Earlier this month, ten of the world’s largest companies were accused of infringing design patents claiming animated graphical user interfaces (GUIs). These assertions were made in addition to at least ten other lawsuits filed since September 2021 asserting animated GUI design patents. Given the breadth of the asserted design patents, these cases potentially raise issues of first impression related to claim construction, infringement, and functionality.

Two plaintiffs[1] asserted the animated GUI design patents referenced above.  On March 8, 2022, Fintech Innovations Associates LLC filed five lawsuits in the Northern District of Illinois alleging infringement of U.S. Patent No. D945,453, entitled “DISPLAY SCREEN PORTION WITH ANIMATED GRAPHICAL USER INTERFACE.”  Between September 23, 2021 and March 2, 2022, Wepay Global Payments LLC filed four lawsuits in the Western District of Texas and six lawsuits in the Northern District of Illinois alleging infringement of U.S. Patent No. D930,702, also entitled “DISPLAY SCREEN PORTION WITH ANIMATED GRAPHICAL USER INTERFACE.”  The plaintiffs accused the defendants of infringing the design patents through use of their various mobile devices, operating systems, and mobile payment apps. Examples of accused products include Apple’s iOS 15 and Samsung’s Galaxy.

Both patents claim display screen portions with animated GUIs. GUI design patents can capture static, unmoving icons or display screens (i.e., those that can be shown with a single figure), or animated icons or displays (i.e., those that are shown moving or changing via some sequence of figures).  As explained in the MPEP, the images in animated GUI claims are understood as viewed sequentially, and no ornamental aspects are attributed to the process or period in which one image changes into another. Both asserted design patents describe the sequential transitions and state that the process or period in which one image transitions to another image forms no part of the claimed design.

The D’453 Patent includes one embodiment, which recites the sequence of images in Figs. 1–4, illustrated below.


As shown in the figures, the claims use broken lines for the disclaimed portion of the display screen and have few solid lines other than four-sided objects in Figs. 1–3 and the word “Amount” in Fig. 4.

The D’702 Patent includes two sequence embodiments that are also directed to display screen portions. The second embodiment is depicted below.

Like the D’453 Patent, the D’702 Patent uses substantial broken lines to broaden the claimed design.  The only aspects shown in solid lines—and therefore forming part of the claim—are square objects in Fig. 3, which appear to be positioning detection markers for a QR code, and “$0.00” in Fig. 5. The Fig. 4 image is shown entirely with broken lines.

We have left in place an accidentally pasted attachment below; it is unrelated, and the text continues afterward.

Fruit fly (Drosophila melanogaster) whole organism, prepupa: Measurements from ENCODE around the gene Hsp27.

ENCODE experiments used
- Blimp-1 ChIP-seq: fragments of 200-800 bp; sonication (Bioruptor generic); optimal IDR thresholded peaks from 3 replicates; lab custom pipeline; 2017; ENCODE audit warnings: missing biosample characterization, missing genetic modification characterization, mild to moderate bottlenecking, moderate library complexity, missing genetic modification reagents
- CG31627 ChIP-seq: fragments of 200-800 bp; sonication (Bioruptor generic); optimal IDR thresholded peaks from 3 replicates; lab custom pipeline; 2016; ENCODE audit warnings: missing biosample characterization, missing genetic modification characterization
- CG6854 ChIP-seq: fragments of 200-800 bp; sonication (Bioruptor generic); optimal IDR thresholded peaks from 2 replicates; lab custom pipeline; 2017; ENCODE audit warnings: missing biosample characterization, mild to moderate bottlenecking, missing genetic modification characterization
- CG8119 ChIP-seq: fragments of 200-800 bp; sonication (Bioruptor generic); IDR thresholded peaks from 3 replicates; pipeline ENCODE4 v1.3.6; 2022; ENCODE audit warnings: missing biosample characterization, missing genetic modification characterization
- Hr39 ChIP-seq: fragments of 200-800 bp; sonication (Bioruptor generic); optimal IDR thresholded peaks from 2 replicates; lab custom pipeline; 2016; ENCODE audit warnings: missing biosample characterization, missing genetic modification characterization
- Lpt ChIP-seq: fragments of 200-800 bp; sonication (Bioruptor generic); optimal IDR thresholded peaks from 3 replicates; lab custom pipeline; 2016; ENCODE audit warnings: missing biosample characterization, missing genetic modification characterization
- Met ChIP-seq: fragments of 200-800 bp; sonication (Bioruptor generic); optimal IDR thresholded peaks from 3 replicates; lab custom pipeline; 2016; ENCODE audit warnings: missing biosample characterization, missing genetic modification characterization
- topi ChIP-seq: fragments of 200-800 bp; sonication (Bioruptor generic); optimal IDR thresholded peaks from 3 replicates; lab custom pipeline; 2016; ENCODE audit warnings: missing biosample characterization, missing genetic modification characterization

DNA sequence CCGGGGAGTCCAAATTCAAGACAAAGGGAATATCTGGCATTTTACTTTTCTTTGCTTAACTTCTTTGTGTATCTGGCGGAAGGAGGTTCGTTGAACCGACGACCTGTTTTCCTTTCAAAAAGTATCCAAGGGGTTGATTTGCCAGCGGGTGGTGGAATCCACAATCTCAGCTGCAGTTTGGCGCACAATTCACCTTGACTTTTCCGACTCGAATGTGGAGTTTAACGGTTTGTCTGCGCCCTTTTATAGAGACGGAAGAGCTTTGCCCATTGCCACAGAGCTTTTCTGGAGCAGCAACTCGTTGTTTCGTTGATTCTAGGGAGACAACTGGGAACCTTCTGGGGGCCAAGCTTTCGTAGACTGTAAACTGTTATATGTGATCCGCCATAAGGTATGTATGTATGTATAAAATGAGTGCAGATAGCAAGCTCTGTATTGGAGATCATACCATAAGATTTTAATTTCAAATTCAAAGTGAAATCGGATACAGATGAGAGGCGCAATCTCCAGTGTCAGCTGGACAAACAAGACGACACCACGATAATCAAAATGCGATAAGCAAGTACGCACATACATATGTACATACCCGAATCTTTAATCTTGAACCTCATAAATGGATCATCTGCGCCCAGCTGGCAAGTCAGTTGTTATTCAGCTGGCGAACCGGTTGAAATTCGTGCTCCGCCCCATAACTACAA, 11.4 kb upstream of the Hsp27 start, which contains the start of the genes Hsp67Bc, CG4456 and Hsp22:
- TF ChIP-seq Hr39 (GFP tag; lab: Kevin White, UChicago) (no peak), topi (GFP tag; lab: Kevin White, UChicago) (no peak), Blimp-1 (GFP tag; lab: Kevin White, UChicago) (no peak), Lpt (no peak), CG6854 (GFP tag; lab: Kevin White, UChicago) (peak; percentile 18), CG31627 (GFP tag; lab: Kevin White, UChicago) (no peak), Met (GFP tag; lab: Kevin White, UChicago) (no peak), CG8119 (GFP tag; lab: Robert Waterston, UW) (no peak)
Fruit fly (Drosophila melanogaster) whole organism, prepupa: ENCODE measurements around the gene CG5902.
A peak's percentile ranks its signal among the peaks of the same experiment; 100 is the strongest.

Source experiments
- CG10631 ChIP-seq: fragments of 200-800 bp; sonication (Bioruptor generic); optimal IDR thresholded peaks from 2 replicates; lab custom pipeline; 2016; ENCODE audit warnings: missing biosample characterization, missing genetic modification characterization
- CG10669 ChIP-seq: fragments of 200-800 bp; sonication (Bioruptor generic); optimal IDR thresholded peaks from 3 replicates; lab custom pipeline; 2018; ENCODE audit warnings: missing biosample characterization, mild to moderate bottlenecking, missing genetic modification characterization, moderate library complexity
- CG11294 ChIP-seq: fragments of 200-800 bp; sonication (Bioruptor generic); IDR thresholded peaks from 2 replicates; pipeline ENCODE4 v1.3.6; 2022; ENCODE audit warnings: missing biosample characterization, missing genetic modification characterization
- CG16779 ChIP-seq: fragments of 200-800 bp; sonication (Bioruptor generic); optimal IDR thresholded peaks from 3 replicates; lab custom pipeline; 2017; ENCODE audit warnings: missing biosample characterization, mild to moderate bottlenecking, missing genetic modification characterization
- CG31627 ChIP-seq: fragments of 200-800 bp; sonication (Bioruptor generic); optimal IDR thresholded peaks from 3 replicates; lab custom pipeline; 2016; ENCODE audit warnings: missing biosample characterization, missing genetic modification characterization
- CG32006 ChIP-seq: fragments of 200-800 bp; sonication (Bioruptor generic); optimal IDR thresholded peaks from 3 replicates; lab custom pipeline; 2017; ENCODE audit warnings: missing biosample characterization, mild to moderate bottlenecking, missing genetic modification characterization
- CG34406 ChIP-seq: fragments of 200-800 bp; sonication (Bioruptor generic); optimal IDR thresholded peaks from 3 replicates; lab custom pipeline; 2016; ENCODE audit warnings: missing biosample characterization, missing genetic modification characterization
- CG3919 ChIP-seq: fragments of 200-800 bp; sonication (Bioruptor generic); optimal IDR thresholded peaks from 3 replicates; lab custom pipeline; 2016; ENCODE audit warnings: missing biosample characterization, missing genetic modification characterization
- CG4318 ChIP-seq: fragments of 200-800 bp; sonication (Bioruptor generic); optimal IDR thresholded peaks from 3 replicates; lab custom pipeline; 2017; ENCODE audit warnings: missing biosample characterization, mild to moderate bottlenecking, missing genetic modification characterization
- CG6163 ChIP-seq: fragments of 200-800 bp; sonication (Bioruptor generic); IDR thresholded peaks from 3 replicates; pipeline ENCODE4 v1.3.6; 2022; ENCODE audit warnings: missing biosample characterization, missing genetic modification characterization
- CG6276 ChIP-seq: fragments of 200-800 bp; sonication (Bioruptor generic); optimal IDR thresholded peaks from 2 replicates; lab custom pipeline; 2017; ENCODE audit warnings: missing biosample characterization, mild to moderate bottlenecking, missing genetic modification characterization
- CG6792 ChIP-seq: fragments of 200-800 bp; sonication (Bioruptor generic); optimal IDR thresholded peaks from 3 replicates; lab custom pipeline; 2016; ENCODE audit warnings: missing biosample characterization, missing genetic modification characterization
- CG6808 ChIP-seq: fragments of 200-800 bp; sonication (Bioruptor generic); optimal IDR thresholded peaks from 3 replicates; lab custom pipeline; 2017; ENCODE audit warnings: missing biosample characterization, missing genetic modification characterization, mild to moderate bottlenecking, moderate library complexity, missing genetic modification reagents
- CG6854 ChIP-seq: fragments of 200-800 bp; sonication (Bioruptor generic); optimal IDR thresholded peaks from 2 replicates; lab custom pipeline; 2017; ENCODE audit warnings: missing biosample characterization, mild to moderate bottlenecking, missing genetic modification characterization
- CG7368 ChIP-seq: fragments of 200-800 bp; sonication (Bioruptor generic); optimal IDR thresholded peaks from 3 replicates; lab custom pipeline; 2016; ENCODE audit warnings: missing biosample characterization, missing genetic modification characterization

The plaintiff’s infringement allegations demonstrate the potential breadth of these claims.  For example, Fintech’s assertion of the D’453 Patent against one defendant include infringement allegations based on 55 different sequences. Fintech appears to interpret the four-sided objects to read on nearly any four-sided element included in the app, including images, text boxes, and drop-down menus. Fintech also appears to interpret Fig. 4 to read on any use of the word “amount” in any font or capitalization.

As another example, Wepay’s allegations against one defendant appear to be based on use of a QR code in an app. An example allegation is depicted below.

These allegations raise interesting issues of first impression for the federal courts. When construing the claims, courts will need to determine how to define the scope of the sequence, including the scope of the statements that the “process or period in which one image transitions to another image forms no part of the claimed design.” Courts will also need to consider the relevance of the spatial relationships of the objects in the claimed design and whether similar objects in different positions on the display are within the scope of the claims given that the displays are claimed entirely in broken lines. Courts will also need to consider potential functionality of four-side shapes in GUIs, including those used for QR codes.

The defendants have already raised some of these issues in motions to dismiss. For example, one defendant moved to dismiss the D’702 Patent allegations based on lack of ornamentality.  That defendant argued that the QR code positioning detection markers and monetary amount are purely functional. Another defendant moved to dismiss infringement claims, arguing that it does not infringe the claims because its app has a different spatial relationship than the claimed designs.

While it will be interesting to watch how these issues are resolved, these allegations demonstrate the potential value of protecting animated GUI designs. Companies that invest resources in developing software products can and should consider the use of design patents to protect novel interface designs and display sequences. Not only can these design patents be asserted offensively, but they can also establish prior art that can be used defensively to invalidate broad animated GUI design patents should a company be accused of infringing such a patent.

[1] Although the two plaintiffs appear to be different entities, William Grecia is the named inventor of both patents. Mr. Grecia has been involved in scores of intellectual property infringement actions.

The Quarles & Brady design rights legal team is nationally-recognized for its extensive knowledge and practice experience in this complex and important field. For questions about this article or on how to incorporate design-related legal rights into your intellectual property portfolio, please contact the author(s) of this post directly or send a message to the team via our Contact page.